Owing to the favourable outcome, the patient was discharged on the eighth day of steroid therapy with an indication to tapering during two more weeks.

The patient has been referred to her general practitioner for regular follow-up. She was cautiously warned not to take nitrofurantoin in the future.

Three months after the end of treatment, the patient remains asymptomatic.


The DRESS syndrome was first described in 1950 by Chaiken who called it the Drug-Induced Hypersensitivity Syndrome. It has an incidence of 1 in 1000–10 000 exposures to drug and has a death rate of about 10%; therefore, its early recognition is very important.12

The pathogenesis of DRESS syndrome has not been fully explained. Some different mechanisms have been implicated like the metabolic pathways; immune response related to human leukocyte antigen; and reactivation of human herpes virus (HHV; Epstein-Barr virus, HHV-6 and HHV-7).2 ,13

This syndrome may occur with various types of drugs with anticonvulsants, antidepressants, sulfonamides and sulfones, anti-inflammatory drugs, anti-infectives, ACE inhibitors and β-blockers being the most common.14 ,15 In a recent systematic review of DRESS cases reported in the literature between January 1997 and May 2009, Cacoub et al16 found 44 drugs related to 172 case reports (table 2) and about 30% were associated aromatic anticonvulsants. During our literature review, we only found one case of DRESS syndrome caused by nitrofurantoin.17

Table 2

Drugs related to DRESS/DIHS

In our case, according to the criteria published by Kardaun et al,8 the diagnosis of definite nitrofurantoin-induced DRESS was made. Consequently, we believe that nitrofurantoin can be added to the list of drugs as having the possibility of DRESS syndrome.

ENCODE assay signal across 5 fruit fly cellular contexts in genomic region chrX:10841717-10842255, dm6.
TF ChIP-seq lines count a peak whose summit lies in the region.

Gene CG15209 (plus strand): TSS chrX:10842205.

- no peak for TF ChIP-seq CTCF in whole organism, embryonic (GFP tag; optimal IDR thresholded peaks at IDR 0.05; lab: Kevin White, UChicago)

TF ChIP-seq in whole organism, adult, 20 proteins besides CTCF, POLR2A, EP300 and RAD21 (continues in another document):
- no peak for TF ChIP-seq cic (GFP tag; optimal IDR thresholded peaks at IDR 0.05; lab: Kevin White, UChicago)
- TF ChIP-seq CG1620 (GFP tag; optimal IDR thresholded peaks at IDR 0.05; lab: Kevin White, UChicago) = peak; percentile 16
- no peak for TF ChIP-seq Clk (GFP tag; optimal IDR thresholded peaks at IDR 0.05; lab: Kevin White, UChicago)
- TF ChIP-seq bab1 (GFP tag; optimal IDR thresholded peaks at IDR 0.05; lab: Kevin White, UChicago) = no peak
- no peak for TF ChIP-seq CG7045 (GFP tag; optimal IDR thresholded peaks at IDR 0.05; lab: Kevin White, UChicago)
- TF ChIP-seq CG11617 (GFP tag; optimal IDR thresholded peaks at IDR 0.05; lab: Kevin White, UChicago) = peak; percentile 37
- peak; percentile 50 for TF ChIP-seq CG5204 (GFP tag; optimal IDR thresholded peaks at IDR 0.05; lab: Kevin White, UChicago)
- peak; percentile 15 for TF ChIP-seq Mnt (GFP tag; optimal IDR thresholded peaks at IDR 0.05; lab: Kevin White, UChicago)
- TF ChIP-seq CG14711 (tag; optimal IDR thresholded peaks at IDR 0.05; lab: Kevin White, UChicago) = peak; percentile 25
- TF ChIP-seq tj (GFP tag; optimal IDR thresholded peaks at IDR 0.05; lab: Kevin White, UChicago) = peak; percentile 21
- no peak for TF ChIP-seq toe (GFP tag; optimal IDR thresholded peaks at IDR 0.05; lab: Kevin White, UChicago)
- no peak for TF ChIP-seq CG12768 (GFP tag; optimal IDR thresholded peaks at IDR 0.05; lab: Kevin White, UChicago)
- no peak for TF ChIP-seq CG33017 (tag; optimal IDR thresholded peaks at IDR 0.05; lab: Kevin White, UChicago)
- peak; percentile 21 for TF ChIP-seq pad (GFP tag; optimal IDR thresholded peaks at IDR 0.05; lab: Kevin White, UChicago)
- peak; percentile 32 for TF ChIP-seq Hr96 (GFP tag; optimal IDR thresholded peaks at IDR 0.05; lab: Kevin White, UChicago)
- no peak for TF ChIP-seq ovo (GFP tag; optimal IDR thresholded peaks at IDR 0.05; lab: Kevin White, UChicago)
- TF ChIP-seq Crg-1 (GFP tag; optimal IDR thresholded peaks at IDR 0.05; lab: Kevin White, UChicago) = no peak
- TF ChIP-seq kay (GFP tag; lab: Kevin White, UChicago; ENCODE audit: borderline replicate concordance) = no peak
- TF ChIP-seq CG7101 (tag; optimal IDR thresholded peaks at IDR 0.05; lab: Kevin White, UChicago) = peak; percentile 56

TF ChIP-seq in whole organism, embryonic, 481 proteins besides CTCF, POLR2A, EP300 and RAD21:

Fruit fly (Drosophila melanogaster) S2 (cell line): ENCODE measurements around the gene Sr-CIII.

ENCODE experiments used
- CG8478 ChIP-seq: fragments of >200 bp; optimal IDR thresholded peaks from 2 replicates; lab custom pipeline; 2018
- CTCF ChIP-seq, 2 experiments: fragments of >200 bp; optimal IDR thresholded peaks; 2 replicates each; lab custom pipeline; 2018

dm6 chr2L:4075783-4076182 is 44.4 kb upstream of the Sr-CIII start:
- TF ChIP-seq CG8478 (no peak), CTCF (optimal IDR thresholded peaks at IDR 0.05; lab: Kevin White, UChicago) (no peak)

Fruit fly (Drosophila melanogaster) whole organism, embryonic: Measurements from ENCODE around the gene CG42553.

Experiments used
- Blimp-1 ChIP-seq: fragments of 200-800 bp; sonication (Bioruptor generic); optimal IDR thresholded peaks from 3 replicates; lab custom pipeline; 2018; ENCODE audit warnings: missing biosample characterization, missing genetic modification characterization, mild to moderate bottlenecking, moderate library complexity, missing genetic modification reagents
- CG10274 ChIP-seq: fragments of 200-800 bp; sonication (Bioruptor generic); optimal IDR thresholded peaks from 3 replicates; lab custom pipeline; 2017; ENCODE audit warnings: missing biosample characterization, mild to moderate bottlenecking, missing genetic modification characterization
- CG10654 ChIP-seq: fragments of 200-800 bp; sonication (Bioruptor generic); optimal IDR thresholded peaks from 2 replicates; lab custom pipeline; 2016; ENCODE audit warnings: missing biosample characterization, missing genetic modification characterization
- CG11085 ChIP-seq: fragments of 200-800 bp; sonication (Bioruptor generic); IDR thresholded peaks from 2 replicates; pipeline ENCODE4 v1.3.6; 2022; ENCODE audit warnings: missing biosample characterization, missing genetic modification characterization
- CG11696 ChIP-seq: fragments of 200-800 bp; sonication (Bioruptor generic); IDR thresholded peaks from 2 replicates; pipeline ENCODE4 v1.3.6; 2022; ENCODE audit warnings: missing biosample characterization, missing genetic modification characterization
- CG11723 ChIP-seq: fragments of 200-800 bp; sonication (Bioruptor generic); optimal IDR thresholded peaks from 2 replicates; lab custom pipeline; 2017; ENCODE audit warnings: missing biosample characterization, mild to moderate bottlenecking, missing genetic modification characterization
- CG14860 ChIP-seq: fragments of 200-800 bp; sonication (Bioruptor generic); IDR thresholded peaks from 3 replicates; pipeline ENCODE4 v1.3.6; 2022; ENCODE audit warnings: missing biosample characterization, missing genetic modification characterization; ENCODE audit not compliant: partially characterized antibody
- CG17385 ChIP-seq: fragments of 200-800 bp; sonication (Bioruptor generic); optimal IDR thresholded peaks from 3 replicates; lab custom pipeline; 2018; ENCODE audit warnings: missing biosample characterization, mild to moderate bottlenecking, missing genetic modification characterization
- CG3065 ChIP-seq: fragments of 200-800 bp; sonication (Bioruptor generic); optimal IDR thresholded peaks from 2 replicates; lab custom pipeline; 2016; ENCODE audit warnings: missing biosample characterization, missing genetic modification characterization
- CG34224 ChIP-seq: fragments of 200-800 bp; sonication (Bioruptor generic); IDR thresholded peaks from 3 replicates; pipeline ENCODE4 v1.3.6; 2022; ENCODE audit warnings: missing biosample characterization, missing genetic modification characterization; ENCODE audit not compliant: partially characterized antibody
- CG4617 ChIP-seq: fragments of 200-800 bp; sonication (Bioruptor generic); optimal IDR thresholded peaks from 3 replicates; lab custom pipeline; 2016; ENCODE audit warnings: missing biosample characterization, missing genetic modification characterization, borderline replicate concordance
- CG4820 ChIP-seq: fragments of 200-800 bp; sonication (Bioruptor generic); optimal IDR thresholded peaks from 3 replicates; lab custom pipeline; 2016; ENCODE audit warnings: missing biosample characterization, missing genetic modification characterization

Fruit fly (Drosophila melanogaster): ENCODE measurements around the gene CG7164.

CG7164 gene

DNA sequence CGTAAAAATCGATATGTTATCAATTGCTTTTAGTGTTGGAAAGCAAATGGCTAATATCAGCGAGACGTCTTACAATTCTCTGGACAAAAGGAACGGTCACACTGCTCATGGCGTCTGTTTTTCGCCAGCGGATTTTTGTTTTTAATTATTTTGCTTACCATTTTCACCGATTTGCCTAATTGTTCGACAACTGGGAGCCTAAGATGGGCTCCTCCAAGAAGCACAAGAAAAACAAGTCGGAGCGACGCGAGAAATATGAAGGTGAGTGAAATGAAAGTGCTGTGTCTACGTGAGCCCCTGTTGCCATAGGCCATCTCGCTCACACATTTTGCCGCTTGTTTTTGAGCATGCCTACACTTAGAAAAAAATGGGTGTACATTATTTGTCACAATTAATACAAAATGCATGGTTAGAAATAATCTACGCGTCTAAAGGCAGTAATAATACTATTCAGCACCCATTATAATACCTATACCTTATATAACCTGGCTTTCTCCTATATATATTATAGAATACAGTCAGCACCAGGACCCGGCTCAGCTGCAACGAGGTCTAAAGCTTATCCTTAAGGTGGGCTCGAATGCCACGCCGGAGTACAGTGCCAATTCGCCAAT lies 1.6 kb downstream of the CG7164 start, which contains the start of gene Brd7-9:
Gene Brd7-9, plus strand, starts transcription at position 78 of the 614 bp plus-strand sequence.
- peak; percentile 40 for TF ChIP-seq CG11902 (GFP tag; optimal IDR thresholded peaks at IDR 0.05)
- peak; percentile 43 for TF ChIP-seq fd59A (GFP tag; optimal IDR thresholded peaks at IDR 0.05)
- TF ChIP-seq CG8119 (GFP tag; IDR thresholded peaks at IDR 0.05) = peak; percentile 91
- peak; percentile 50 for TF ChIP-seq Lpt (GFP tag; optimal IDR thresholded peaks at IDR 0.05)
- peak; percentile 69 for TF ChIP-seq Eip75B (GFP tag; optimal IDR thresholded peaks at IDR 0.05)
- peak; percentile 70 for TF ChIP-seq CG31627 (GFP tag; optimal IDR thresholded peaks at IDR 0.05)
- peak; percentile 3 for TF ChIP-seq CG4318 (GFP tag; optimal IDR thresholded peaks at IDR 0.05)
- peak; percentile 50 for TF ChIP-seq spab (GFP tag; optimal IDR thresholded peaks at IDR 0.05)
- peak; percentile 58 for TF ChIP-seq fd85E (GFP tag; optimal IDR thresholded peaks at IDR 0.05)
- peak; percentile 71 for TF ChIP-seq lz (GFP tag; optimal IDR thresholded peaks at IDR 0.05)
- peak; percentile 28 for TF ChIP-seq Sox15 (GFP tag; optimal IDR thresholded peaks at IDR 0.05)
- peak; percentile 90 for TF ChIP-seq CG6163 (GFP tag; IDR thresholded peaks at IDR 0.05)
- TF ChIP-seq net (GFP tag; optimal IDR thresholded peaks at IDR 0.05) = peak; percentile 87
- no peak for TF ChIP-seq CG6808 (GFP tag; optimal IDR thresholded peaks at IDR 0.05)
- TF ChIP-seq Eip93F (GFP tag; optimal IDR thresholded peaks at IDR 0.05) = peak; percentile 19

Learning points

  • The key to diagnose DRESS (drug reaction/rash with eosinophilia and systemic symptoms) syndrome is a high degree of suspicion.

  • Although diagnosed by elimination, a complete investigation of DRESS syndrome is essential in clinical practice.

  • Any skin rash in a patient taking drug therapy should focus our attention for a serious systemic skin reaction to the drug, as diseases such as DRESS syndrome can be undercover.

  • DRESS syndrome may be caused by all kinds of drugs and the withdrawal of the incriminating drug is vital.


  • Contributors All authors of this paper have directly participated in the planning, execution or analysis of this study. All authors of this paper have read and approved the final version submitted.

  • Competing interests None.

  • Patient consent Obtained.

  • Provenance and peer review Not commissioned; externally peer reviewed.